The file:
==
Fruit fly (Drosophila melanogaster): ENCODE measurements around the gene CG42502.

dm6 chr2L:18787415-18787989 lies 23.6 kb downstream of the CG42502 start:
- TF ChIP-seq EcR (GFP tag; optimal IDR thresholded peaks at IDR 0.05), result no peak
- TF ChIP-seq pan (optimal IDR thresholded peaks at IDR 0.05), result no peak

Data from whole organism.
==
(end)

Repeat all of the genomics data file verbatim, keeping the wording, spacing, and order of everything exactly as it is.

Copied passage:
Fruit fly (Drosophila melanogaster): ENCODE measurements around the gene CG42502.

dm6 chr2L:18787415-18787989 lies 23.6 kb downstream of the CG42502 start:
- TF ChIP-seq EcR (GFP tag; optimal IDR thresholded peaks at IDR 0.05), result no peak
- TF ChIP-seq pan (optimal IDR thresholded peaks at IDR 0.05), result no peak

Data from whole organism.